Common Mistakes Made by Start-ups

October 18, 2016

I enjoy assisting clients when they start new businesses. However, these same clients become surprised at the number of details they must address before they actually open their doors to the public or start to sell their products.

Many “start-ups” often spend a majority of their time developing concepts and ideas, hiring employees and they forget to address certain legal issues that will often raise roadblocks down the road when they start to market and establish their businesses after the start-up phase. This article will address a couple of the common mistakes made by new businesses.

One of the important decisions new businesses often forget is selecting the right type of entity. New business owners may choose from several entities, including sole proprietorship, partnership, LLC, different types of corporations. The owner’s choice will require reviewing legal risks and obtaining an understanding that the choice of entity may also impact the business’ tax liability and investment opportunities. For example, if an owner plans to seek money from venture capital firms or other similar types of investors, they may require that the business owner choose a C-Corporation and incorporate in the state of Delaware. Some new businesses may choose to start as an LLC or S-Corporation for certain tax reasons. Regardless of the choice of entity, a business owner must choose the most appropriate entity based on a variety of issues.

Another common start-up mistake occurs when multiple owners fail to establish clear ground rules about their relationship. Specifically, these ground rules include the percentages of ownership between the owners, distributions of income, liability, decision-making authority, and other responsibilities. I address these issues for my clients by establishing founding agreements between the owners. The terms of these agreements often depend not only on the type of business, but also the type of entity chosen by the owners. Some of the terms addressed in these agreements include how the owners will run the business, equity ownership, how to buy or sell ownership interests, liability for debts or other legal matters, and the incapacitation or death of a co-owner. Business owners who avoid having these difficult conversations at the start of a business will often see the amplification these issues in the future. By establishing a foundation agreement, business owners will likely save time, aggravation and additional legal fees.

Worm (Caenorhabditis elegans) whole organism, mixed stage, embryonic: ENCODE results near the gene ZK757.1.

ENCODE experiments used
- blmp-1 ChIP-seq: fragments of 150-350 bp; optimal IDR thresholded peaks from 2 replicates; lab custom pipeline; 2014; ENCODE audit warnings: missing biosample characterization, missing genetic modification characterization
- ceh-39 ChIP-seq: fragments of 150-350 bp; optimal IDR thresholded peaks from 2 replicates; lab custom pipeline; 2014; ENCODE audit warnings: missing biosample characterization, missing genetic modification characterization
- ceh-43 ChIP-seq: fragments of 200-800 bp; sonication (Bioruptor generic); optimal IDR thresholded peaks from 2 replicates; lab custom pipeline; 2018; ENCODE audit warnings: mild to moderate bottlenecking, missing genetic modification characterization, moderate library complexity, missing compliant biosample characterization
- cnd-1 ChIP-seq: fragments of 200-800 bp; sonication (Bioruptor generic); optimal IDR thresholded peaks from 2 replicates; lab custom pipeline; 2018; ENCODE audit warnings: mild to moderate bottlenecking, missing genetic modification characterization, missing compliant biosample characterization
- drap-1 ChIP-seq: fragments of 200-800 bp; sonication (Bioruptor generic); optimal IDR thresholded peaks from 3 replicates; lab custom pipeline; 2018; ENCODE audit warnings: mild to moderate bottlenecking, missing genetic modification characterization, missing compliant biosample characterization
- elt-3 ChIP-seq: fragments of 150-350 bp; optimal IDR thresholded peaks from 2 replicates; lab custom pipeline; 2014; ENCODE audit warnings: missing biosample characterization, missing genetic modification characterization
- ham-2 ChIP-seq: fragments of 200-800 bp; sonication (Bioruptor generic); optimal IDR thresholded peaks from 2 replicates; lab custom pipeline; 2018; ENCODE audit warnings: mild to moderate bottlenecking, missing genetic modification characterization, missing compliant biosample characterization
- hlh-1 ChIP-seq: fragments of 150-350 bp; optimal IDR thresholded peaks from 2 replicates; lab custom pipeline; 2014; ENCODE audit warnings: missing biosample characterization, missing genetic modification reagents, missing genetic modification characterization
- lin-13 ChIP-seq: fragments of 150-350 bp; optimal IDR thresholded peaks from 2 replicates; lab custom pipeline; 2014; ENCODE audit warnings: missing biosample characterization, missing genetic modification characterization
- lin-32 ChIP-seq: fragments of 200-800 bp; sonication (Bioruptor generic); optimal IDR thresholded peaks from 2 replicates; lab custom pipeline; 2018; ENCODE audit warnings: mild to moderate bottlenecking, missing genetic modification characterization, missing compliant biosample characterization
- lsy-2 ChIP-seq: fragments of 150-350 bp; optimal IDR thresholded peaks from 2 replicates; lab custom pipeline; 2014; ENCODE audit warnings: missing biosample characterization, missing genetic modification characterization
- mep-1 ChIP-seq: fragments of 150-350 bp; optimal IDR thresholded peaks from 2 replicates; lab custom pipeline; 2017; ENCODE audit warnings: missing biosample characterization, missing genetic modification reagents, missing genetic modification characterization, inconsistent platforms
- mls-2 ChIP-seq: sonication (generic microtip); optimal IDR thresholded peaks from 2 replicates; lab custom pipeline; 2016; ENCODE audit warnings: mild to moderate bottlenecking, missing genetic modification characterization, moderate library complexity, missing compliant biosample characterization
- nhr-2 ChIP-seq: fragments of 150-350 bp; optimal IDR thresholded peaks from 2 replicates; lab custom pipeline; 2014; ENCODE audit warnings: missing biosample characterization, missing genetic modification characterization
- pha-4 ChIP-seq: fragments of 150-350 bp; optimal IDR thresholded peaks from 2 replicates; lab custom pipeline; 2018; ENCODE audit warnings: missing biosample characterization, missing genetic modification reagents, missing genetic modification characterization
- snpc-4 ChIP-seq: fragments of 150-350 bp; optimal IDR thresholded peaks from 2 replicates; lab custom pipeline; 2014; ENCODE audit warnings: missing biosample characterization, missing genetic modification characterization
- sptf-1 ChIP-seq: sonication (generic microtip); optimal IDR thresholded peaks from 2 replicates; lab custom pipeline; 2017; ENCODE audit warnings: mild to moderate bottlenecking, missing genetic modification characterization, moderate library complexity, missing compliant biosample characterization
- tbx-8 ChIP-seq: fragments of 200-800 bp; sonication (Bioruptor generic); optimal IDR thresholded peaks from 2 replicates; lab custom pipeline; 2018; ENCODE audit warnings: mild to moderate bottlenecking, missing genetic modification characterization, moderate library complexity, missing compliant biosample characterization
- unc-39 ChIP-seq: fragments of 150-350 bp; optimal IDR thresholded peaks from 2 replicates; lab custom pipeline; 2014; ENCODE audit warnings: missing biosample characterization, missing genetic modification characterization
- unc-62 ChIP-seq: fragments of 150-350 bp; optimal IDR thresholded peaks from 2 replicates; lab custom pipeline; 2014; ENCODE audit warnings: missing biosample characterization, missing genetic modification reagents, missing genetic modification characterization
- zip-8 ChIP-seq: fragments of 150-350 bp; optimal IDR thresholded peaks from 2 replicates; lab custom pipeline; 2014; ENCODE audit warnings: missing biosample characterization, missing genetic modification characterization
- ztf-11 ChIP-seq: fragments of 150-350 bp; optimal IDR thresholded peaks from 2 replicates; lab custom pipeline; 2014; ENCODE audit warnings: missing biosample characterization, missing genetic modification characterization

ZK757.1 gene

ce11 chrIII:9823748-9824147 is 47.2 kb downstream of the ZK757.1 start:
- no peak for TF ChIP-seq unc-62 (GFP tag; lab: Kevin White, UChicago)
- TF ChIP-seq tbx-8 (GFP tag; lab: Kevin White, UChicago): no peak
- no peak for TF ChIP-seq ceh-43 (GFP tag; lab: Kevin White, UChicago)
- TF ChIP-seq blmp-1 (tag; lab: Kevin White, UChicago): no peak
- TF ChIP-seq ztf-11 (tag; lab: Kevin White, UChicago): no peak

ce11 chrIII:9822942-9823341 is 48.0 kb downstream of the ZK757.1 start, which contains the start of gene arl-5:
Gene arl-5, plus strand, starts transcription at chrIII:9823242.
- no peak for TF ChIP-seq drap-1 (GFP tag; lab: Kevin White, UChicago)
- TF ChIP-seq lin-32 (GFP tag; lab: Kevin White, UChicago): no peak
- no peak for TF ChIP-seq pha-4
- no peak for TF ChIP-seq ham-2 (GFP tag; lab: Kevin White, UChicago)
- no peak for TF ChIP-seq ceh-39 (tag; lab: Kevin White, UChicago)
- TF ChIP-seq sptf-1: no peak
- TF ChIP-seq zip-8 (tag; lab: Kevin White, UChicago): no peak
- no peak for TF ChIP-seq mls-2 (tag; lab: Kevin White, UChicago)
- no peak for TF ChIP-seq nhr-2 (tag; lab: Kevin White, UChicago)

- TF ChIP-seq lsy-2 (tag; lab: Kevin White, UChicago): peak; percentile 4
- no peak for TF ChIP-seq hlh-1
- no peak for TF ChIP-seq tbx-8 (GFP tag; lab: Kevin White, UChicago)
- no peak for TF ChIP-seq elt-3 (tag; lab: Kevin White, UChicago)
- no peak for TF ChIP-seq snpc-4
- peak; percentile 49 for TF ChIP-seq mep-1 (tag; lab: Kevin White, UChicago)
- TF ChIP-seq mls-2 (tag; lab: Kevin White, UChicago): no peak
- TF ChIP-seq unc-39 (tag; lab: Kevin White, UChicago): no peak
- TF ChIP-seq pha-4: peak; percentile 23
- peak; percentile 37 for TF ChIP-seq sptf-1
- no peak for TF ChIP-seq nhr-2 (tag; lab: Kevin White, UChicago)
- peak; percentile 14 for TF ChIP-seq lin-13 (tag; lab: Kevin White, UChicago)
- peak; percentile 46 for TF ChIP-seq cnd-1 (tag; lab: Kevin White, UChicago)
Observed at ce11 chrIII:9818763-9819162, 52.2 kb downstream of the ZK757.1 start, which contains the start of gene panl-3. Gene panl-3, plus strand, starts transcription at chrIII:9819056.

Another issue business owners overlook is the protection of their intellectual property rights. This property right often occurs in companies that develop new products, inventions, and other technology innovations. Business owners must address and protect their intellectual property rights before establishing their business. Depending on the type of intellectual property at issue, business owners may obtain protection by obtaining patents, trademarks, or copyrights. There are also some legal agreements that may protect such rights. Co-owners of a business should consider requiring that the co-owners, employees, and third parties hired to work with the business assign their rights (by signing a written legal agreement) to any intellectual property that they create for use by the business.

This article has only addressed a couple of the legal issues new businesses encounter. New business owners may address many of these common issues by hiring a business attorney to guide them and effectively address these issues before they arise.

This publication, which may be considered advertising under the ethical rules of certain jurisdictions, should not be construed as legal advice or a legal opinion on any specific facts or circumstances by Pomeroy Law P.C. and its attorneys. This newsletter is intended for general information purposes only and you should consult an attorney concerning any specific legal questions you may have.